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Friday, August 21, 2009

Caster Semenya











(Below, Caster Semenya of South Africa; on right, Jarmila Kratochvilova of Czechoslovakia, circa 1983)








There's been a fair amount of publicity over the couple few days about Caster Semenya, the South African who won the women's 800 meter run at the World Championships in Berlin. It seems there is some question as to whether she is genetically a woman; she is to be tested by the authorities to determine her real gender.

This is evidently a less simple question than one would think, and involves opinions from geneticists and endocrinologists as well as a visual inspection by regular doctors. I once heard that one in 10,000 babies is born hermaphroditic; such babies are usually operated on soon after birth to allow them to identify one way or the other.

It seems highly unfair that Semenya should have to undergo this very public humiliation. At the very least, they should have conducted the tests privately, without fanfare. After all, no one is accusing her of cheating. If she is deemed not to be a woman, it will merely be an accident of birth, not a purposeful attempt to gain an unfair advantage.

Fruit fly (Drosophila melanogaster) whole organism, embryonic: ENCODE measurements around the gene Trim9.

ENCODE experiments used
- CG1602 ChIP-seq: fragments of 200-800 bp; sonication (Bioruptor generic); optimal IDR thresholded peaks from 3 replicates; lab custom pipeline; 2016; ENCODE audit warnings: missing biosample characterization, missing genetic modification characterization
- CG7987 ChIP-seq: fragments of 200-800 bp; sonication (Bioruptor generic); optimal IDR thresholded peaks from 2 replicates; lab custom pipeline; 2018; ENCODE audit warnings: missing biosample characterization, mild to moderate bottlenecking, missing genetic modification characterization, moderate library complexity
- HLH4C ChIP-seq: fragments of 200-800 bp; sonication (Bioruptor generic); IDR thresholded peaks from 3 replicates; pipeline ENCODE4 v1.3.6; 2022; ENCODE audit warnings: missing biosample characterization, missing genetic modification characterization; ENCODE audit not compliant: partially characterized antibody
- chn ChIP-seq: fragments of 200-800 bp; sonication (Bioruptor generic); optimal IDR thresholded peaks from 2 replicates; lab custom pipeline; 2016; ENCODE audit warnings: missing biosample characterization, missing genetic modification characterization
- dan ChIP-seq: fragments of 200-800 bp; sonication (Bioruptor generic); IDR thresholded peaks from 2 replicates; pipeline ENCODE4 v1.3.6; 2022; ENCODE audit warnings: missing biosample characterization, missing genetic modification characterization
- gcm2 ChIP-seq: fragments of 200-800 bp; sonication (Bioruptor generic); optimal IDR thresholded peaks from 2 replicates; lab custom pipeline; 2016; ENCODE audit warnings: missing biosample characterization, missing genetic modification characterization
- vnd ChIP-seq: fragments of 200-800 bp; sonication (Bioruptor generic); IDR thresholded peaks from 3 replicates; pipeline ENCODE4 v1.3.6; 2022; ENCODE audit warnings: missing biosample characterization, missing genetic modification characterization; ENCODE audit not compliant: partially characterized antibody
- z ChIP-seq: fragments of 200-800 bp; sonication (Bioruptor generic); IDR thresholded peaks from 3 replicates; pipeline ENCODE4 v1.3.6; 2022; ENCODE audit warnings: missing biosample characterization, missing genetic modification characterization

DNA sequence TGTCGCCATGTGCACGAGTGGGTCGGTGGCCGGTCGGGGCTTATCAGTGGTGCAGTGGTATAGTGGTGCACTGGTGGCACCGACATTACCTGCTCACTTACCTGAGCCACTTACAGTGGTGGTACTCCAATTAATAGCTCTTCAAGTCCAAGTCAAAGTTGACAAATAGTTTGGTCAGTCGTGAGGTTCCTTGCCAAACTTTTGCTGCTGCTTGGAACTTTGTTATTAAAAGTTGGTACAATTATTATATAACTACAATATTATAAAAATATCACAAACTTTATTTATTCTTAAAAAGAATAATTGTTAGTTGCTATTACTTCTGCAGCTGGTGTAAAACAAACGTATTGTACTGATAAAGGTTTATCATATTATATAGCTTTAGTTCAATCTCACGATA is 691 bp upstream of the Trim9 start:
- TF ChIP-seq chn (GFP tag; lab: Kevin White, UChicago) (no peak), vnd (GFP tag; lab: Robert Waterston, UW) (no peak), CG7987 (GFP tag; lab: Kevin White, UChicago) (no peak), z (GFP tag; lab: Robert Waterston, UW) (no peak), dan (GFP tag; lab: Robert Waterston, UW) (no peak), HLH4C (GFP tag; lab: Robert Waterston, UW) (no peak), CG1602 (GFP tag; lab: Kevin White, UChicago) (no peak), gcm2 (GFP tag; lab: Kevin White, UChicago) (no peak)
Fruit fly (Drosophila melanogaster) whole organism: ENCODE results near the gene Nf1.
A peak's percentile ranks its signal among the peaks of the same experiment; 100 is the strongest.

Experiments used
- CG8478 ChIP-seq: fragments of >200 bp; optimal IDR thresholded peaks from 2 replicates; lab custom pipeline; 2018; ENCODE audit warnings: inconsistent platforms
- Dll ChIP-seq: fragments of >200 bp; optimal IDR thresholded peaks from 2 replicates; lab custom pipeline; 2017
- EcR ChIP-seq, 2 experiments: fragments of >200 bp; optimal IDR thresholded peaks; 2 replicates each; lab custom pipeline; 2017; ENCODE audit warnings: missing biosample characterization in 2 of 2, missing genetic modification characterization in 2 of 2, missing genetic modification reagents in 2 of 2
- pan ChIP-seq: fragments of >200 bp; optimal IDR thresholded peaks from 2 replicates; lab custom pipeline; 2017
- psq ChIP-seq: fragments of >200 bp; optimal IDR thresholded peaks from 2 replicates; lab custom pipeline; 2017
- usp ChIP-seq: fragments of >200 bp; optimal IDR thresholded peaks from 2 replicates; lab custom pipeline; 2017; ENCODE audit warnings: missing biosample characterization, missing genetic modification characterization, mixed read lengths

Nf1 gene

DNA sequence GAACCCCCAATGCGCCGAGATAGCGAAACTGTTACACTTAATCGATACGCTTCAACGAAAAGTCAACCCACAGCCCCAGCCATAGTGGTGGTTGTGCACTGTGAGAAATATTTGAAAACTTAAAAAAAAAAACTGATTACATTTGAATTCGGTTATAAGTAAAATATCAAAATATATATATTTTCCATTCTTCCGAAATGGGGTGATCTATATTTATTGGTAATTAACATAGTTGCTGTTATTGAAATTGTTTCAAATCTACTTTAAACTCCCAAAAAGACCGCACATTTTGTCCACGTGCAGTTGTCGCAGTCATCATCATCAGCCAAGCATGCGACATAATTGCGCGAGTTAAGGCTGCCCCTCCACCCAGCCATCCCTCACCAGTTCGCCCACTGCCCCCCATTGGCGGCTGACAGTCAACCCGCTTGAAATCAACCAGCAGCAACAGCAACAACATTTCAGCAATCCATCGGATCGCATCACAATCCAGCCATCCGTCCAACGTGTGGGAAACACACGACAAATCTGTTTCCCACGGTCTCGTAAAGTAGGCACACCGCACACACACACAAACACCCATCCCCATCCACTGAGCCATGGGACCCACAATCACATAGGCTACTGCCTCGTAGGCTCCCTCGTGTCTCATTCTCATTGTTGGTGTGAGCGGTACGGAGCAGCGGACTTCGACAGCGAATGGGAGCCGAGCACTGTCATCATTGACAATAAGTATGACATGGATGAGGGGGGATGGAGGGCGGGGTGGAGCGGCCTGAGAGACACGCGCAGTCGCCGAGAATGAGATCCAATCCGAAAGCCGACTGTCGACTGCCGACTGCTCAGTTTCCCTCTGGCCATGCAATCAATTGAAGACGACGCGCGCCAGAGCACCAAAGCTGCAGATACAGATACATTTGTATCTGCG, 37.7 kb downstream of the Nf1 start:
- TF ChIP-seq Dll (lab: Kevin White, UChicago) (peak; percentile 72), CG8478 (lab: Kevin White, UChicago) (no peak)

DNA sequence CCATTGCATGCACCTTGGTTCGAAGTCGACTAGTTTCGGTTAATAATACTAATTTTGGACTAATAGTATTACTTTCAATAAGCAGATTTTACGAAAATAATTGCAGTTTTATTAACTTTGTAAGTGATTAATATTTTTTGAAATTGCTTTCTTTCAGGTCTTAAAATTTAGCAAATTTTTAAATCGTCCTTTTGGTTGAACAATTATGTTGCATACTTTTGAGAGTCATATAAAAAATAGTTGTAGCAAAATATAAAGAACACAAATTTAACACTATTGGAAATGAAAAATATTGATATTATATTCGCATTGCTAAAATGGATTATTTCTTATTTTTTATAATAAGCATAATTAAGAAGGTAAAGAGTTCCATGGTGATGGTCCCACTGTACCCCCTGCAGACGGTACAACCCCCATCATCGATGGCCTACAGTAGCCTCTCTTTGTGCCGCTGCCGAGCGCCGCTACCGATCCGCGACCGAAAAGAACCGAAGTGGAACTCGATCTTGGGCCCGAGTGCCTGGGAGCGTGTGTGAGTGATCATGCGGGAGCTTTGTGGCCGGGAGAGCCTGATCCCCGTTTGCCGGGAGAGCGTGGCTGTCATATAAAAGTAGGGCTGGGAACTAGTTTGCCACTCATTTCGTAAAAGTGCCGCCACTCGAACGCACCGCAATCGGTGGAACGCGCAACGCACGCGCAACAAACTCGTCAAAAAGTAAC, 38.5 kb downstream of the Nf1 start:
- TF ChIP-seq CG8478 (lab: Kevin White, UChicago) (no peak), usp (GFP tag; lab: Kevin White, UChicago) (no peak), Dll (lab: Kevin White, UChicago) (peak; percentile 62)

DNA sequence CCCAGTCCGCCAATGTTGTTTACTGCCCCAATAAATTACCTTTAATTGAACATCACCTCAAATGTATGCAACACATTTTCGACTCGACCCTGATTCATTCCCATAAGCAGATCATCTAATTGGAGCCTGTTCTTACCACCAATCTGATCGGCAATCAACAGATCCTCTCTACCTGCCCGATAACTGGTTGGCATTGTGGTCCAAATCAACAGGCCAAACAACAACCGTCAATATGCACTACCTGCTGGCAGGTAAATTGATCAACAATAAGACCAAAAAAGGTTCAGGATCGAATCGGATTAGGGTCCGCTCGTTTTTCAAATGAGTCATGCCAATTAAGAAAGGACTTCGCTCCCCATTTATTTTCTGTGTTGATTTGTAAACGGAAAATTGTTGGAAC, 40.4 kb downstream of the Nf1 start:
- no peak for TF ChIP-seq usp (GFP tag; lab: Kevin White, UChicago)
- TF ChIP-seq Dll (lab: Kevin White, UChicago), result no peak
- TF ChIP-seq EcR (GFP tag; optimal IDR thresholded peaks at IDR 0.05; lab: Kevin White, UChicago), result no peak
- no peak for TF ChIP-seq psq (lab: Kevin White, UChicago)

If you find a very masculine woman viscerally off-putting (as I usually do), you should remember that she can't help the way she was born any more than the rest of us can.

(If the above paragraph sounds both trite and smug, that's because it, uh, is.)

There have been plenty of very masculine women who've succeeded in athletics in the past, and none in recent history (at least at the Olympic or World Championship level) have been forced to undergo such a public trial. This isn't to even mention the women who have become much more masculine through steroid abuse.

Jarmila Kratochvilova, the world record holder in the at 800 meters with a 1:53.28 (Semenya won with a 1:55.45), made Semenya look like Thandie Newton. Kratochvilova at her peak in 1983 could bench press 200 pounds, an astonishing feat for a female middle distance runner. Yet while people at the time wondered whether she was on steroids, no one ever forced her to undergo a humiliating genetic exam. (Or if they did, it was done out of the public eye.)

Semenya should be afforded the same courtesy.

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